The new hybrid system uses two electric motors, with one helping to charge the nickel-metal hydride battery pack, and the other to assist the engine. The battery pack has been moved from the truck to under the rear seat (an advantage of the TNGA architecture), while the powertrain control unit is smaller, lighter, and relocated to a “power stack” atop the transaxle. Not only is conversion efficiency improved by 20% and cooling system cut by 10%, the change in battery and powertrain controller unit location lowers the Avalon Hybrid’s center of gravity.

And, if further proof of Toyota’s intentions to make the Avalon, uh, exhilarating, not only has a Sport mode and Sequential Shiftmatic technology (six simulated gears) been added to the CVT, every drive mode — even Sport — is available when the EV mode is activated.

The fun doesn’t stop there as the 2019 Avalon also is available with continuously controlled electronic dampers, grade-specific exhaust baffle tuning, an intake sound generator, Active Noise Control, and Engine Sound Enhancement. All Avalon models come with three driver-selectable drive modes (Eco, Normal, Sport), with the Touring model adding Sport+ and Custom. In addition, the multi-link independent rear suspension has been redesigned around the 2019 model’s wider track, the dampers are tilted forward, and the trailing arms’ location has been raised to place the pivot axis of the tire rearward for better bump absorption. Also, the anti-roll bars are stiffer (25% in the front, 86% in the rear), and the spring rates have been increased.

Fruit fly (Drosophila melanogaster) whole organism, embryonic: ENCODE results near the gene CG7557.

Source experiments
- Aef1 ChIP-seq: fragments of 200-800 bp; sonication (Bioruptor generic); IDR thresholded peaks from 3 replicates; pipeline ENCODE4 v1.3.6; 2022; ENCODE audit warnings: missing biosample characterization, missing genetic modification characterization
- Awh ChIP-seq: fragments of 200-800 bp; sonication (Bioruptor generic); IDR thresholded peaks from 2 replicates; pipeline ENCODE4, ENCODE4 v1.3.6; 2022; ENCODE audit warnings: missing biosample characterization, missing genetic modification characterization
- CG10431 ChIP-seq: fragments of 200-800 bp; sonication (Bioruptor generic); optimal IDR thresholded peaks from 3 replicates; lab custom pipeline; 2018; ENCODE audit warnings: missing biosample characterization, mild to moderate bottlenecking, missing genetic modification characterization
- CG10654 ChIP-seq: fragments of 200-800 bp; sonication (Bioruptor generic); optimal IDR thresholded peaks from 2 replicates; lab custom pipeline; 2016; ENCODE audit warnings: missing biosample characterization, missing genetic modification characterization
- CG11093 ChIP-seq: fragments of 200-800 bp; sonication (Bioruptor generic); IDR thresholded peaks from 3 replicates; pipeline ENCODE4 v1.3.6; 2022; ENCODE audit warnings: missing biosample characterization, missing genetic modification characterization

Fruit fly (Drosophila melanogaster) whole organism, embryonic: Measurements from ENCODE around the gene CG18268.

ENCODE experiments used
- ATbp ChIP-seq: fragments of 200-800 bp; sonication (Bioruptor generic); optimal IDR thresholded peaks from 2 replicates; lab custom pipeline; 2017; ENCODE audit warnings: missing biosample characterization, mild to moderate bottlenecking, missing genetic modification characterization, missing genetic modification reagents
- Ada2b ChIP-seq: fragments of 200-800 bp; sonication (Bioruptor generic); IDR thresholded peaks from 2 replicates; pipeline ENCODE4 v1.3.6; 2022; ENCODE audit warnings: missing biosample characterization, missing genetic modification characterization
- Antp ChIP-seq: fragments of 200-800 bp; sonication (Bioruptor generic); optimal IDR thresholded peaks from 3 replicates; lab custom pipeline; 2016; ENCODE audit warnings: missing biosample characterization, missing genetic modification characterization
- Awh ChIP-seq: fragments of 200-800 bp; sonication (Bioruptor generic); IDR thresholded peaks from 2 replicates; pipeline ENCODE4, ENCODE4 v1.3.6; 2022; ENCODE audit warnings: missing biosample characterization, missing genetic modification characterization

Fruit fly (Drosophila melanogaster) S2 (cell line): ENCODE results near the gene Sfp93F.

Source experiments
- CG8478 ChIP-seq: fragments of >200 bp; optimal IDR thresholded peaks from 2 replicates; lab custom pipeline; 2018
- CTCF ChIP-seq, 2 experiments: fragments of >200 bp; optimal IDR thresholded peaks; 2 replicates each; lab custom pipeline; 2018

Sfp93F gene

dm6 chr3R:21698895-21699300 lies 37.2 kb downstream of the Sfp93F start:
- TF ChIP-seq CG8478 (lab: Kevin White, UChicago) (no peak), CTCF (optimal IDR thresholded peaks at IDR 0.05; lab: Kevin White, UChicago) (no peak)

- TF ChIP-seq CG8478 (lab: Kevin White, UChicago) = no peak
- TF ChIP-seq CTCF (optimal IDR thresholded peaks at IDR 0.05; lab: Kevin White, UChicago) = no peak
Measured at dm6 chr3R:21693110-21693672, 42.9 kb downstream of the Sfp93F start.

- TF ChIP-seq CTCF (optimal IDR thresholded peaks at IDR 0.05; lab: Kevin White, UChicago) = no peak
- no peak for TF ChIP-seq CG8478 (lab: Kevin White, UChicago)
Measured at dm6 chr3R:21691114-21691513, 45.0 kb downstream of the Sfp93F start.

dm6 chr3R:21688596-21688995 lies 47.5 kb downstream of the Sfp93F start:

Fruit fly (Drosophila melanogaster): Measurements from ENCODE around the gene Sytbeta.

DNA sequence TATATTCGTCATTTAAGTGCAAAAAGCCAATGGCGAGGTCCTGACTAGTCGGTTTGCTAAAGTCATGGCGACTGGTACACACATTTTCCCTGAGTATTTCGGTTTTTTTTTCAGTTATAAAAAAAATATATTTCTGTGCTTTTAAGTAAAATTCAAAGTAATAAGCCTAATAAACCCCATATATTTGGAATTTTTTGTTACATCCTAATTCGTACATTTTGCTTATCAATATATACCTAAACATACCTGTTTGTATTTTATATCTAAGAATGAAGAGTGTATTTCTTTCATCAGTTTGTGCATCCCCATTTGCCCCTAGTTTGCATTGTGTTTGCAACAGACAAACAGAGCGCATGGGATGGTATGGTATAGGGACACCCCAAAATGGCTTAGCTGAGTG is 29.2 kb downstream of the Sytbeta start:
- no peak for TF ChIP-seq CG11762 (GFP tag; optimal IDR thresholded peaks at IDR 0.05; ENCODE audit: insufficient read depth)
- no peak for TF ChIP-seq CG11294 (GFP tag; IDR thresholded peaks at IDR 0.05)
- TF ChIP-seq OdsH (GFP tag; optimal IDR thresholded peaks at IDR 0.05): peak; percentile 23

On the safety front, the engineers have fitted Toyota Safety Sense P (TSS-P), which includes:

    Pre-Collision System with Pedestrian Detection (PCS w/PD),
    Full-Speed Range Dynamic Radar Cruise Control (DRCC),
    Lane Departure Alert with Steering Assist (LDA w/SA),
    and Automatic High Beams (AHB).

This is in addition to the standard Blind Spot Monitor (BSM) with Rear Cross Traffic Alert (RCTA) and Back Guide Monitor (BGM). And you can order the Panoramic View Monitor with Alert (PVMA) and Intelligent Clearance Sonar (ICS), which now includes a Rear Cross Traffic Braking (RCTB) system. All this is in addition to the 10 standard airbags, Enhanced Vehicle Stability Control, Traction Control, Electronic Brake-force Distribution, Brake Assist, Anti-lock Braking System, Smart Stop Technology and standard backup camera.

The standard headlights on the XLE and XSE have a cluster of three reflectors for the daytime running lights, low beams, and high beams. For the Limited and Touring, there are a pair of thin light modules per headlamp, one for the low beam and one for the high beam, coupled with an adaptive LED cornering lamp and an auxiliary turn signal that activates sequentially. In addition, both the head and taillights utilize Technical Laser Ablation to create a special intricate texture and patterning on a metallized inner lens through which the LED  lights are visible

Inside, the Avalon has five USB ports, a slide-open eBin with a 12-volt plug and — on the XLE — a Qi wireless charger, an available 10-in. full-color head-up display, a seven-inch display between the speedometer and tachometer, and more.

A JBL audio system is standard on the Limited and Touring, and optional on the XSE and XLE where an eight-speaker audio unit with Entune Audio 3.0 Plus is standard. The JBL unit has a 12-channel amplifier with 1,200 watts, 14 speakers, 7.1-channel Quantum Logic Surround sound technology, sealed inner doors, and JBL branding on the A-pillars and door trim.

This is a significant redesign of a large sedan in a crossover world. And while Toyota may have gone overboard with its visual imagery and overwrought prose, it usually doesn’t make  mistakes when it comes to product.

The new Avalon, like the Camry before it, is a prime competitor in a segment that shifts two million units each year. Toyota doesn’t want to lose those sales — or the ones it sees a few years out on the horizon.

The Virtual Driver